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Author(s): Mihnea DOBRE

Journal: Societate şi Politică
ISSN 1843-1348

Volume: 5;
Issue: 10;
Start page: 122;
Date: 2011;
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Keywords: Descartes | chymistry | natural philosophy | Rohault | chymical principles | matter theory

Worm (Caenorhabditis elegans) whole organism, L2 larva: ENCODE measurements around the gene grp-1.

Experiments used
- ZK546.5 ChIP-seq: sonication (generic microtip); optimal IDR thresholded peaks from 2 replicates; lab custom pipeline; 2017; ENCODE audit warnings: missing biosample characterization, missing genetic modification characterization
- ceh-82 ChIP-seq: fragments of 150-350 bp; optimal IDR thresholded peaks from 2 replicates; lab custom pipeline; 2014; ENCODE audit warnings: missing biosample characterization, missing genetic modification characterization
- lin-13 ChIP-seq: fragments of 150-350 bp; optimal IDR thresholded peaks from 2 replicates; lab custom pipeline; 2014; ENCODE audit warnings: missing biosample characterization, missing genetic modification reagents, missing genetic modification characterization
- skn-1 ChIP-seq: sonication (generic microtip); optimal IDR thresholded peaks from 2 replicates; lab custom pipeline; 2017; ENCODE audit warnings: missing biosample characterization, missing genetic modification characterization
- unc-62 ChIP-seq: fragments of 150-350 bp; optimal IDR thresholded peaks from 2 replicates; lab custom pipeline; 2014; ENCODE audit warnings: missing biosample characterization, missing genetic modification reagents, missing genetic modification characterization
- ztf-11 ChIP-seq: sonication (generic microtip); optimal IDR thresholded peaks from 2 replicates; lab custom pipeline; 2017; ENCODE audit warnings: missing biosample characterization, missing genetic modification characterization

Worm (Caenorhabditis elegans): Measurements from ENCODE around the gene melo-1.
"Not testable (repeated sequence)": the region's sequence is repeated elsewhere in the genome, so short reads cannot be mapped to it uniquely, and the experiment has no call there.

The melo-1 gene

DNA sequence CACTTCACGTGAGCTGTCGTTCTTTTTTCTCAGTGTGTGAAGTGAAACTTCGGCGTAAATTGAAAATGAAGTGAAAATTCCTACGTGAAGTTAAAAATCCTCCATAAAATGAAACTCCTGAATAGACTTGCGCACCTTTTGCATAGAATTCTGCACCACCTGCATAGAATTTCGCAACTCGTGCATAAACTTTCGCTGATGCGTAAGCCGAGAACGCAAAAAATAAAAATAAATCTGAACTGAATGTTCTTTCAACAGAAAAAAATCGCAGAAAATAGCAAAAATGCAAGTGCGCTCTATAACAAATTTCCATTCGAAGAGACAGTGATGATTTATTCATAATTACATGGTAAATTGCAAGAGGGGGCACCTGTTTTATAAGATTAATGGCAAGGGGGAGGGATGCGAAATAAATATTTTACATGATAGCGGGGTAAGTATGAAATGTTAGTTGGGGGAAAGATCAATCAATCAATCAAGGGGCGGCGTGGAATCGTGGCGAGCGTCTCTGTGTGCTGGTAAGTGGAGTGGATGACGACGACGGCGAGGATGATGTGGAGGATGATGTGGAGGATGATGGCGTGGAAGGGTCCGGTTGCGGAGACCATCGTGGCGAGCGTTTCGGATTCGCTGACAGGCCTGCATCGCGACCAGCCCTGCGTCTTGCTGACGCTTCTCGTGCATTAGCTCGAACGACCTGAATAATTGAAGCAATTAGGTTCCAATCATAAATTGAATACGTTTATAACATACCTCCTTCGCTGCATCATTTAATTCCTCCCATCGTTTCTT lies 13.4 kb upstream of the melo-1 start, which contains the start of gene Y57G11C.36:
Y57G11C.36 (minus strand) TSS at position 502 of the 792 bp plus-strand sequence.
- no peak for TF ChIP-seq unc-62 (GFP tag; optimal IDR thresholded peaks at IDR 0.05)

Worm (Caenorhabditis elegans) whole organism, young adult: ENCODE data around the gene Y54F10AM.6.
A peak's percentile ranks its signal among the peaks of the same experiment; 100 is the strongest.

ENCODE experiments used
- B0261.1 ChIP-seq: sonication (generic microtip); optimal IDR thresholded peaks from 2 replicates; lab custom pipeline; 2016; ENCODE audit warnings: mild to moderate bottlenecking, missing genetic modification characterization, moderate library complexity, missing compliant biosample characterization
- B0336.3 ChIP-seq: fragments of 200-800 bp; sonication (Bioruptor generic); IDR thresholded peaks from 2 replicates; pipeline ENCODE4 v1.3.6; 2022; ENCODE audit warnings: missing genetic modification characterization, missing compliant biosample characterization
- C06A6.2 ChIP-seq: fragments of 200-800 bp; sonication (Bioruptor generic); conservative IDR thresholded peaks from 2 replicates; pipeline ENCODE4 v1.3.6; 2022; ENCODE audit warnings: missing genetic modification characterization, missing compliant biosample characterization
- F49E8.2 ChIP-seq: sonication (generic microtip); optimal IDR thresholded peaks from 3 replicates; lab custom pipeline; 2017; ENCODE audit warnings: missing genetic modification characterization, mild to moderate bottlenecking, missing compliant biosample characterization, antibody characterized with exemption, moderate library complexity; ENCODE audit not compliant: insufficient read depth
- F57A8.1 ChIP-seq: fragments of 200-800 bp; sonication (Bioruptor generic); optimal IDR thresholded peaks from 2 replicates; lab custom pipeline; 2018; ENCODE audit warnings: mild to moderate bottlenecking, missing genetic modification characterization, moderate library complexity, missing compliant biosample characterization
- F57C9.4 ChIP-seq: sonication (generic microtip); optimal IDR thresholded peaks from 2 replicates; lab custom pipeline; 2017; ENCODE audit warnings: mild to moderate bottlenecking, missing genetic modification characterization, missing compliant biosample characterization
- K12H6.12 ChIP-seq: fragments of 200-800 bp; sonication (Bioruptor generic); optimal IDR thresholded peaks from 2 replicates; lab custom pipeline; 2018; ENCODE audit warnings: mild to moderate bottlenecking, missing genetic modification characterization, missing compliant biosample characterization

One of the most difficult, yet interesting change in theseventeenth-century natural philosophy was that of chemistry. This essayfocuses upon Cartesian re-evaluation of the philosophical disciplines,arguing that, from a systematic perspective, chemistry cannot find a place innatural philosophy. Chemistry, in its seventeenth-century form of“chymistry” shares a number of common features with other traditions andpractices. Descartes and his first-generation of followers discussed in thisessay – Jacques du Roure, Robert Desgabets, and Jacques Rohault – willreact precisely to this discipline of “chymistry,” opposing it to their physicsbuilt on a combination between theory of matter and mechanicalexplanations. The very restrictive Cartesian theory of matter will come intotension with any intermediate explanatory entity, such as the chymicalprinciples. This essay will investigate such tensions, arguing that they arecaused by both ontological and epistemological commitments. For example,the principles of the chymists contradict the one material extension of theCartesian world. At the same time, Cartesians require a more thoroughreductive process then the one provided by chymical explanations. In thissense, chymistry is good for practical purposes, but fails in providing anexplanation in natural philosophy and, hence, to represent a science
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